Announcing the 2016 Abigail Cohen Fellows

Established in partnership with ChinaFile in 2013, the Abigail Cohen Fellowship in Documentary Photographysupports two photographers each year working on projects that address pressing social issues impacting China and its relations with the world. 

We are very excited about this year’s fellows, two photographers we are proud to honor for the creativity and conceptual rigor they are bringing to documentary photography: Yan Cong and Mari Bastashevski.

Yan Cong is a talented young photographer who we are eager to see more from; her proposal to look at the lead up to China’s 2022 Olympics and the ways that it reveals the realities and absurdities of local politics will be fascinating to follow as it progresses. We have been supporters and admirers of Mari Bastashevski’s work since awarding her a Magnum Foundation Emergency Fund grant in 2013. Her smartly conceived proposal to track the flow of goods out of China through shipping routes is highly original and extremely compelling.

-Kristen Lubben, Executive Director

Yan Cong


From Beijing, Yan Cong is an independent photographer who focuses on women’s issues, rural China, and the country’s relations with its neighbors. For this project, she documents the transition underway in the town of Chongli, which will host some of the alpine events for the Beijing Winter Olympics in 2022. One hundred fifty kilometers outside of Beijing, on the outskirts of the relatively sleepy city of Zhangjiakou, Chongli will need to undergo a major transformation to accommodate the international sporting event.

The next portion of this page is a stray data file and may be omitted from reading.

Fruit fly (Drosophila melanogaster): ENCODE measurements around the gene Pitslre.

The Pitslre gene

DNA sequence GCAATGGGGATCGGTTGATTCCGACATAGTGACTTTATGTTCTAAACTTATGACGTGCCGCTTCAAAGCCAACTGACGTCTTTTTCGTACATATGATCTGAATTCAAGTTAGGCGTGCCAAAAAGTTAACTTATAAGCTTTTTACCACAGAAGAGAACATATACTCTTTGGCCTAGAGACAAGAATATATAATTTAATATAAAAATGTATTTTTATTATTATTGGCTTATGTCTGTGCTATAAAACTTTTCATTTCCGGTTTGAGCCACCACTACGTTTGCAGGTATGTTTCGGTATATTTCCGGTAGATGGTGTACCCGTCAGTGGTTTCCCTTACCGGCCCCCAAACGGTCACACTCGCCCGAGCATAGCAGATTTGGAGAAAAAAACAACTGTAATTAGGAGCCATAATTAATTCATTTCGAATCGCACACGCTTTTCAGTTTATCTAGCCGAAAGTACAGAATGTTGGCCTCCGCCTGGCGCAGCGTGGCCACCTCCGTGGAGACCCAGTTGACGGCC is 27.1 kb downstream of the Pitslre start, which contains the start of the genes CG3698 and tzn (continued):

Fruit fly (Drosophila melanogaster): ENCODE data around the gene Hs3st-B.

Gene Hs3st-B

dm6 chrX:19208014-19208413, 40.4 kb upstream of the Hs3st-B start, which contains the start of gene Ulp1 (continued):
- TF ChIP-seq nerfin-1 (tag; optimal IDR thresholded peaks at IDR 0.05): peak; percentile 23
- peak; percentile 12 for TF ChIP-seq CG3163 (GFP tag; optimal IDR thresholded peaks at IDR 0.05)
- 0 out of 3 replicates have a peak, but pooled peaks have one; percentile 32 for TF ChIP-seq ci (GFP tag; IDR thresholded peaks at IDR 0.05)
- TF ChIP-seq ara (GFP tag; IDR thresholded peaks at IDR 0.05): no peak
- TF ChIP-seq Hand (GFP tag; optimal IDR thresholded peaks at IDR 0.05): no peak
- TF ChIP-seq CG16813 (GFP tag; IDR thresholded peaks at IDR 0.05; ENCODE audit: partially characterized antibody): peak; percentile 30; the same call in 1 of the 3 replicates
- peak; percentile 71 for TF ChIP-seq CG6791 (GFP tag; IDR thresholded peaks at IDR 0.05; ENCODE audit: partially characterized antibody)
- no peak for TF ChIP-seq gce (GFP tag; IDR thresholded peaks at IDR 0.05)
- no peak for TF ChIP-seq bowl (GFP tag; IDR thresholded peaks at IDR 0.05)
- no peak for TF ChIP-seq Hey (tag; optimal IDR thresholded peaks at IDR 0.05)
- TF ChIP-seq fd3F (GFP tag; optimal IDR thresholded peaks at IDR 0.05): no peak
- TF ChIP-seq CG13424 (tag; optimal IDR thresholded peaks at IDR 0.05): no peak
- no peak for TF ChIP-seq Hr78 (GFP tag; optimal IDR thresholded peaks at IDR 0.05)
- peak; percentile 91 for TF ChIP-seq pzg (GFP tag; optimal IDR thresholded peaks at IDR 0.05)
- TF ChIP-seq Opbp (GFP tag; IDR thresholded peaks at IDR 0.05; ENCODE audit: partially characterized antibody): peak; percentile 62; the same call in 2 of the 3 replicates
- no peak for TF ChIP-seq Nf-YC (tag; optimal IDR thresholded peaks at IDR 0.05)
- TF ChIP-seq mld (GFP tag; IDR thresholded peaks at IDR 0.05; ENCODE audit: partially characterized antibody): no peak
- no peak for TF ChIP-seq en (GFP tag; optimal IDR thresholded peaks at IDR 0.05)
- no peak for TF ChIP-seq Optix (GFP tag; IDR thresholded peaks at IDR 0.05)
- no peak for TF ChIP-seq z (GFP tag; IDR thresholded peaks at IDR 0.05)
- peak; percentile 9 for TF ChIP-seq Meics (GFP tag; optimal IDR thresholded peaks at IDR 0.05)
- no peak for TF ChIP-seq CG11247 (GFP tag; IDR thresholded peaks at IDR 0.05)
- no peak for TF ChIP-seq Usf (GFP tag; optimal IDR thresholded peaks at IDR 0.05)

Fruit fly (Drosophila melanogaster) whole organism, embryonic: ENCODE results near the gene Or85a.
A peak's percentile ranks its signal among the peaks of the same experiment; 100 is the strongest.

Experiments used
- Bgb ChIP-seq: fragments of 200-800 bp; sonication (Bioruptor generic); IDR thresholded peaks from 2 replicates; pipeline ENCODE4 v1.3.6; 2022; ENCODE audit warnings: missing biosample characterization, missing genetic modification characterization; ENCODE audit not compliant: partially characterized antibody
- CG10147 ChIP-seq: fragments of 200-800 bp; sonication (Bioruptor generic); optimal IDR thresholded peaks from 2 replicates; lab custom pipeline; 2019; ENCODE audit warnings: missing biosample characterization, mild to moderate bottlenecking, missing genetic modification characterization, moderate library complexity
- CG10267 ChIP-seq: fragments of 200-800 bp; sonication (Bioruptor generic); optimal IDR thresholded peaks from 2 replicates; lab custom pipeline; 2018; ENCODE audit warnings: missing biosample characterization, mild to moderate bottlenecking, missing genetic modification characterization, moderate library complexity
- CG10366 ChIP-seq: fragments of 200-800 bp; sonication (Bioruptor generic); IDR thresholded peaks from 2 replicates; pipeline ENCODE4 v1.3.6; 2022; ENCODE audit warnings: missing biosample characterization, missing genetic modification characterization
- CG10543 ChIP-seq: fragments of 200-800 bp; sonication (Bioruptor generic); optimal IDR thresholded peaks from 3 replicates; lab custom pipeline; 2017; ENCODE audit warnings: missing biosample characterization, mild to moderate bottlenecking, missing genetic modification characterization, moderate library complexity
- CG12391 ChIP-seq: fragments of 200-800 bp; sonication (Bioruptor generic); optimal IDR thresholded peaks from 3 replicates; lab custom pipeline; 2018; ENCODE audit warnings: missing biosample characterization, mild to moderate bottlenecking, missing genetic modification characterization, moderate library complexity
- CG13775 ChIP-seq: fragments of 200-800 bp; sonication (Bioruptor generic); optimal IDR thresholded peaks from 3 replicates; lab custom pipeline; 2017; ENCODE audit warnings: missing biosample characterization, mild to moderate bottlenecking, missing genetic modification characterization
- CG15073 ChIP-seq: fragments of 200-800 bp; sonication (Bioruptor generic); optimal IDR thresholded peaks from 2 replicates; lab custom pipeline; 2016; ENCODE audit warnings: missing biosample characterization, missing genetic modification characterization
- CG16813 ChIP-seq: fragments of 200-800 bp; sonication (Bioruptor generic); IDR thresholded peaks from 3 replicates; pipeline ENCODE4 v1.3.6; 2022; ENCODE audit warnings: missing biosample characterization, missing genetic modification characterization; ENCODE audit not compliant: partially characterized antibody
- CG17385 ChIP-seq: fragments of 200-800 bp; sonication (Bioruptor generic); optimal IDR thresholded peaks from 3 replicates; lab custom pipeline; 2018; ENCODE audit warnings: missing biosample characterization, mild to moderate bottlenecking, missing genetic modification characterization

Mari Bastashevski 


Mari Bastashevski combines investigative research, art, and journalism, deliberately blurring the boundaries between these practices. She makes installations that combine text, images, and documents to explore questions of secrecy and access to information, and their intersection with the systems of state and corporate power. Her Cohen Fellowship project, “10,000 Things Out of China,” will explore the often violent and politically ambiguous system of logistics through which most products made in China reach the rest of the world. Centering on the commercial maritime hubs that receive shiploads of products made in China, her reporting will map the route of key commodities exported to Europe and the U.S. and the culture that facilitates this movement.

Simone Salvo